For those of you who haven’t been following the sometimes vociferous debates in response to Evan Marc Katz’s latest two posts, do yourselves a favor and check them out. I’m a huge fan of strong opinions but was a little shocked to be told that my dating/relationship style was “selfish” and “toxic,” so I decided to think a little bit more about where my attitudes toward dating come from. One of the other commenters, Kenley, writes
The truth is being a great date or partner is about balance. You have to be both selfish AND selfless…the tricky part is figuring out when to give your needs/wants/desires priority vs when to give the other person’s needs/wants/desires priority. And, I think that balance is different for different people.
Not only do I think that’s the truth of it, I know that for me, how much to give and how much to take has been a huge struggle because of my experiences growing up.
As I’ve mentioned in earlier posts, my mother was quadriplegic by the time I was in high school. The dynamic of my home was pretty much my dad calling all the shots on what needed to be done re: taking care of her, paying bills, cooking, cleaning, laundry, trying to rein in my crazy sister (who by this time was getting arrested, dropping out of high school, getting pregnant…) and me being the one who actually did it all. Now, in retrospect I don’t blame my dad for his reaction: his wife was dying. However, despite the fact that I can empathize with him, clearly this didn’t foster a healthy family unit (today, we talk about 4-6 times per year, and I talk to my sister even less).
Many people believe that the dynamic of your home while growing up, even if negative, tends to register as “normal” to you, and therefore we have a tendency to replicate those dynamics in our adult relationships. It certainly seemed like this was going to be the case for me – my experience with relationships led to me losing my virginity to a guy who was even more controlling than my dad, and physically and emotionally abusive to boot. My second major relationship wasn’t much better in terms of a healthy balance – again and again, I was the one who was expected to compromise and do all the work, while the guy sometimes would reward me by…well, I guess a temporary reprieve from the usual dynamic was all the reward I got, actually.
After a brief swing to to the other side of the pendulum, I ended things with a guy who was a complete and utter doormat, desperate to please me in any way that he could. I actually ended things not because he wasn’t a fine fellow (though he actually turned out to be clinically depressed, which explained a lot) but because I hated who I was becoming – the person who held increasingly impossible-to-meet standards that were enforced in an ever more nasty manner. I felt no different from all the exes that I (rightly) despised, and that knowledge made me sick inside.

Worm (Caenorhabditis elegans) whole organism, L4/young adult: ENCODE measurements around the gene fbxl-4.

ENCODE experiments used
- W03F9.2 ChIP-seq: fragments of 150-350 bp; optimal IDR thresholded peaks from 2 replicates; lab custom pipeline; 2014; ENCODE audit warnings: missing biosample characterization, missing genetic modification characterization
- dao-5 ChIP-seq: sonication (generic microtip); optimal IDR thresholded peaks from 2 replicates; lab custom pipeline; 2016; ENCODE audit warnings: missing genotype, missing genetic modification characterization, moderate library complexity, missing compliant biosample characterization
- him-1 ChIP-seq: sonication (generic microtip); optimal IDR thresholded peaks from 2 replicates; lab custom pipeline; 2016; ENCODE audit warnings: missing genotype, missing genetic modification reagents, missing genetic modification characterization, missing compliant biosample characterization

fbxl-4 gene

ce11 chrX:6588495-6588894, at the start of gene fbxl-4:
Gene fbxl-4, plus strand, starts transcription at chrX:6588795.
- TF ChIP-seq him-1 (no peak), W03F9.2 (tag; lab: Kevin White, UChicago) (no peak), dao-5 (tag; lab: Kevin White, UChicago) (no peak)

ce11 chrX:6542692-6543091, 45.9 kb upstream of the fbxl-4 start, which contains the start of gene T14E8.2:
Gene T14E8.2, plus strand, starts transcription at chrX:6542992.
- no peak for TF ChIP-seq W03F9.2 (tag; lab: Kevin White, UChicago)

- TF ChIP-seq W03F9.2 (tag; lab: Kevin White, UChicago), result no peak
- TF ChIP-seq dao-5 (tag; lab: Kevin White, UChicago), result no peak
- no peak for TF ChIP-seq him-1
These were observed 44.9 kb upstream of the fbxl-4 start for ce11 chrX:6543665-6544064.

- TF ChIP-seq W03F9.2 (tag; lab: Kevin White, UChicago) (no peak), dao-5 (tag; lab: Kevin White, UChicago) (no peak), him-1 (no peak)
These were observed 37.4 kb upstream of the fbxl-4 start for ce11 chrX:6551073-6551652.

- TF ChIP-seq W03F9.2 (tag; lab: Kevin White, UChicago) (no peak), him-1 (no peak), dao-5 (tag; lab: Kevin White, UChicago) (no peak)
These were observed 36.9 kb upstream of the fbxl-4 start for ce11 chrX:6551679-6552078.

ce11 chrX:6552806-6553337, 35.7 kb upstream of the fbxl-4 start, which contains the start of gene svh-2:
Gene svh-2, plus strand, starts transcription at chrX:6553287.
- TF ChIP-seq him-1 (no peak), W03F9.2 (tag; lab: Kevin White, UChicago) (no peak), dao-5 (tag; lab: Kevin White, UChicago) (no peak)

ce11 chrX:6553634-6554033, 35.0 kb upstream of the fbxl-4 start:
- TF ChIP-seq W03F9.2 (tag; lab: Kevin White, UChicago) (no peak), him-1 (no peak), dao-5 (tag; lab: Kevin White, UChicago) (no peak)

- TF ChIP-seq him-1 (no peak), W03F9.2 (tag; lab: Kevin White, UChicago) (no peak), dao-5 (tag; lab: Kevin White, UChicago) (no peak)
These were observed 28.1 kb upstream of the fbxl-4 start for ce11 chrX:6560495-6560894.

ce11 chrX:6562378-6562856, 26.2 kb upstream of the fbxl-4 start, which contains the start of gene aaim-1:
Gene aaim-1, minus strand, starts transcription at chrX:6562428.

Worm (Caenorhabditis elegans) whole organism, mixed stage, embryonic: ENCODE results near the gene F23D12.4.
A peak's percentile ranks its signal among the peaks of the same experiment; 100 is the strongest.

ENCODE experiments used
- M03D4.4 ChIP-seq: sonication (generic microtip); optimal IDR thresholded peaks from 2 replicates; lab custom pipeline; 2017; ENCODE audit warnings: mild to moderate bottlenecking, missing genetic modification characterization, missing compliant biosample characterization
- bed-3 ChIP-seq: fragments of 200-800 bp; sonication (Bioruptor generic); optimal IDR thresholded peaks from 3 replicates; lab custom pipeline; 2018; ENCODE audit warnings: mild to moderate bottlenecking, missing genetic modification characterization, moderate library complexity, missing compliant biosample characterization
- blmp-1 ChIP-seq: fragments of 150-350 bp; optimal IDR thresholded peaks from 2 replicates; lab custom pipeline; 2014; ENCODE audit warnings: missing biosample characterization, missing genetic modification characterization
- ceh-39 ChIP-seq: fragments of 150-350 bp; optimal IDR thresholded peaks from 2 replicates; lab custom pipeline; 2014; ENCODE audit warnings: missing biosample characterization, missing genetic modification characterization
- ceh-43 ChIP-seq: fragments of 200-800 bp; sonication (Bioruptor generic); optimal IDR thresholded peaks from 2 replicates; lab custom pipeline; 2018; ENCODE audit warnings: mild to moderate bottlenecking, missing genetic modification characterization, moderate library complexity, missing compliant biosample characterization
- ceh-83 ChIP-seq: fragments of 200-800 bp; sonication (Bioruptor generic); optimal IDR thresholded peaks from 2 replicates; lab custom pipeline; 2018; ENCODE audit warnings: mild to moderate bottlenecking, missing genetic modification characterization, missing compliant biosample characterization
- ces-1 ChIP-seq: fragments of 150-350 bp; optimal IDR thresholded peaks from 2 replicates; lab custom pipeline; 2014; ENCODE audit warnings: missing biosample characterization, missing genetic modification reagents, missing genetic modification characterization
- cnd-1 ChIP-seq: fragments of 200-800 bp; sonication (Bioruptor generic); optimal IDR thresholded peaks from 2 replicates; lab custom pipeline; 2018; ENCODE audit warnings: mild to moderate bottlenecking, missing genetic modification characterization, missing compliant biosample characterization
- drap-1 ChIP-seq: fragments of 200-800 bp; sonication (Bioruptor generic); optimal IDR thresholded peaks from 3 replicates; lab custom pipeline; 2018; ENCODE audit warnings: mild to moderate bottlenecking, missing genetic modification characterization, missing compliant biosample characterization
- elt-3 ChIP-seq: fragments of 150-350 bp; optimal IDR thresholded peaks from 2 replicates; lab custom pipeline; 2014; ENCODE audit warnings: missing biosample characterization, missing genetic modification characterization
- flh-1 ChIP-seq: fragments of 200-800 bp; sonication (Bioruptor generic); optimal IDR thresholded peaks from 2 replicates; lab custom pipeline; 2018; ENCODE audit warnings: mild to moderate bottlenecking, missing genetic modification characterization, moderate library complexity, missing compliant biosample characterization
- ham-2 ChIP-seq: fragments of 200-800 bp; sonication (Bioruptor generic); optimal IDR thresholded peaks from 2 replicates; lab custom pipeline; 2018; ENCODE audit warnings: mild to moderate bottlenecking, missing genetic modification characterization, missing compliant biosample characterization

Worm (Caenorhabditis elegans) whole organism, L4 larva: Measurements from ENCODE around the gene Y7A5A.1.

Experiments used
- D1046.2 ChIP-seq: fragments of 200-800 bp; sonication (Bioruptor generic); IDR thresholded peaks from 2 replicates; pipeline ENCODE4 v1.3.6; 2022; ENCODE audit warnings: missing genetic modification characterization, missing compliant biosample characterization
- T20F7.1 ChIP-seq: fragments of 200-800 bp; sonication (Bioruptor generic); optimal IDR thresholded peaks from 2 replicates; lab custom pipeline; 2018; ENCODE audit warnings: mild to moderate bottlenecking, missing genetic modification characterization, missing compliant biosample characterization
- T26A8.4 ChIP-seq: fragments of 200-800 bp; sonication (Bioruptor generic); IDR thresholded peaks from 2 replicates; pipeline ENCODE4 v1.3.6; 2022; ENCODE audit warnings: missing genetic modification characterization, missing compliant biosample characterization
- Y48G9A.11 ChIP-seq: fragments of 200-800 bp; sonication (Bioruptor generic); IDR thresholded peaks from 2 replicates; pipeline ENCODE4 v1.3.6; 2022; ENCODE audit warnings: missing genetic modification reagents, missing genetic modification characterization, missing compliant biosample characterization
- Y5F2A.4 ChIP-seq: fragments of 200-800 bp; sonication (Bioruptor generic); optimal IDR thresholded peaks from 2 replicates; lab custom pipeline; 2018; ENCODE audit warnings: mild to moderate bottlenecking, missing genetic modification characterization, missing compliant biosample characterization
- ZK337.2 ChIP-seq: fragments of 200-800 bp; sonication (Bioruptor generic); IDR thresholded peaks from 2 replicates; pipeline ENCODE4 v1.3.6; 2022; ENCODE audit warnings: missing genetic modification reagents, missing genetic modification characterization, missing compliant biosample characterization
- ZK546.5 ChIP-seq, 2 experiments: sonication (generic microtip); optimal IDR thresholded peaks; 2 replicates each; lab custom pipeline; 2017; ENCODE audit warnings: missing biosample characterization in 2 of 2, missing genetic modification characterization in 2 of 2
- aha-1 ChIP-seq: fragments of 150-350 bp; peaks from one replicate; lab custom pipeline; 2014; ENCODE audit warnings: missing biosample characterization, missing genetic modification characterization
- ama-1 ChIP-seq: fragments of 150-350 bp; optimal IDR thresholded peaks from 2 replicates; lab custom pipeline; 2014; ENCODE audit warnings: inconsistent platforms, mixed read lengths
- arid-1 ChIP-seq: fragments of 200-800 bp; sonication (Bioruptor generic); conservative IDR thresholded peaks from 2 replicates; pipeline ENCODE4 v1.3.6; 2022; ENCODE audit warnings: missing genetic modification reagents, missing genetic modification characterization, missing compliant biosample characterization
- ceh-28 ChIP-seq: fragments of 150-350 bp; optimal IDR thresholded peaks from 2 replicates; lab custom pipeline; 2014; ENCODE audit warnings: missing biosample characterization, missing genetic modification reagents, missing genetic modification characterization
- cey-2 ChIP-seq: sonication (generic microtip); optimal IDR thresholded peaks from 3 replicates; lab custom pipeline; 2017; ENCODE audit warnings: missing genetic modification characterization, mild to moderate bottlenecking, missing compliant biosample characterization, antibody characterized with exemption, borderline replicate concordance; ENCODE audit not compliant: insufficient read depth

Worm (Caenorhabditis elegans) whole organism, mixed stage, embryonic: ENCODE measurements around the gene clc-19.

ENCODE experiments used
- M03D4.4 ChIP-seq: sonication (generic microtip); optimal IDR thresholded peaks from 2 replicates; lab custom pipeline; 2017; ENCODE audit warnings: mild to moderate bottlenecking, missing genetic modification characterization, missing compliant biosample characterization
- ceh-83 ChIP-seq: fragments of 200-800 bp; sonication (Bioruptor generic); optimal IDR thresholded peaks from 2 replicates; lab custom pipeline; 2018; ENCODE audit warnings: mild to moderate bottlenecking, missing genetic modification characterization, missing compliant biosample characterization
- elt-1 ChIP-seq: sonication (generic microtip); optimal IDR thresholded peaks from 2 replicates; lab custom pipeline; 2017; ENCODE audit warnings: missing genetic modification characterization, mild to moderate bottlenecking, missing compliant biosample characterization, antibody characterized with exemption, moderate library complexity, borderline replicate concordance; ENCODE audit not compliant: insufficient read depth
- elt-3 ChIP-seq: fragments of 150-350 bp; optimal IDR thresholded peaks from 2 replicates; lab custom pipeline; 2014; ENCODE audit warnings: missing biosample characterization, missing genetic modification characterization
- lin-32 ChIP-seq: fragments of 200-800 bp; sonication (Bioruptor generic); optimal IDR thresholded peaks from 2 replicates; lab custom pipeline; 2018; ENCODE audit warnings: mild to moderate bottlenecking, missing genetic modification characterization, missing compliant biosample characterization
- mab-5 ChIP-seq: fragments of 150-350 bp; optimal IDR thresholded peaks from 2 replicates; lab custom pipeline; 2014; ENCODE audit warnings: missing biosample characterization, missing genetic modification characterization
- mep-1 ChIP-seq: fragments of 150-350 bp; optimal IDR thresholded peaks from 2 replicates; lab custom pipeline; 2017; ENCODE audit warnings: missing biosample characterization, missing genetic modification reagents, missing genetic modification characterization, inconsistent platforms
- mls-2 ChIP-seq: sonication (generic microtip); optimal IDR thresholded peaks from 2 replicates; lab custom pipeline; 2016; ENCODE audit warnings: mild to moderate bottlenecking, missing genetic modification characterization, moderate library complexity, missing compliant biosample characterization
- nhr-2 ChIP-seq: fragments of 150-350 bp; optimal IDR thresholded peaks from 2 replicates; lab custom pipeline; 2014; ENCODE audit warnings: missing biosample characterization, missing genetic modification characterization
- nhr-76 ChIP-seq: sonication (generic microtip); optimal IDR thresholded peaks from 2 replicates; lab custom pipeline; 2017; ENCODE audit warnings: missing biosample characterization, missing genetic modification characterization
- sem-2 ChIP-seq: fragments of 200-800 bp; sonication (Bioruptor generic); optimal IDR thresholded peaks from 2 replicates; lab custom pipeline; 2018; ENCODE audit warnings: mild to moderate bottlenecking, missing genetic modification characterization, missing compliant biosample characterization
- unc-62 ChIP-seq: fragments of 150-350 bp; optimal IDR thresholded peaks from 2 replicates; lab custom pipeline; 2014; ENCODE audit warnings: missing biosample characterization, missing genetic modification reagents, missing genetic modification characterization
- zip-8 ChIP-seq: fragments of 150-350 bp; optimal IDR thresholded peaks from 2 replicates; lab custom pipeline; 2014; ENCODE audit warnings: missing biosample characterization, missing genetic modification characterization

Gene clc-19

So my dating life became a struggle to find the balance that Kenley describes: clearly, I was willing and able to make sacrifices and compromise for another person. I’d done it tons of times, mostly to my detriment. I also wasn’t comfortable being the demanding one. And further, I have enough strongly-held lifestyle beliefs and values that are in the minority that make it difficult for me to find happiness with a significant percentage of the population.
As a result, I became a lot more assertive (note that I didn’t say unreasonable or rude) about what my criteria were for a partner. I also became a lot more proactive about ending things as soon as I knew that the possibility just wasn’t there. I got a lot of flak from my friends for ending things after one date (“you’re too picky!” “how do you really know it wouldn’t work after meeting them just once?”) so I briefly experimented with a three-date minimum…only to realize, every single time, that I felt the same way at the end of date one as I did at the end of date three, except now the guy had dropped a fairly significant amount of time and cash on me and was that much more likely to take my decision to end things personally/as a rejection. So I went back to doing things my way.
And ended up with a guy that is absolutely perfect for me. I am happier than I’ve ever been – and guess what? I realized it on our first date. I don’t have to worry that I’m giving too much of myself to him, because he gives all of himself back. And while I’m flattered that EMK would think that I left all those previous fellows “scarred,” I think the far more likely outcome is that they don’t even remember my name.
What’s your philosophy on give-and-take? Leave a comment below. Then try these fine posts: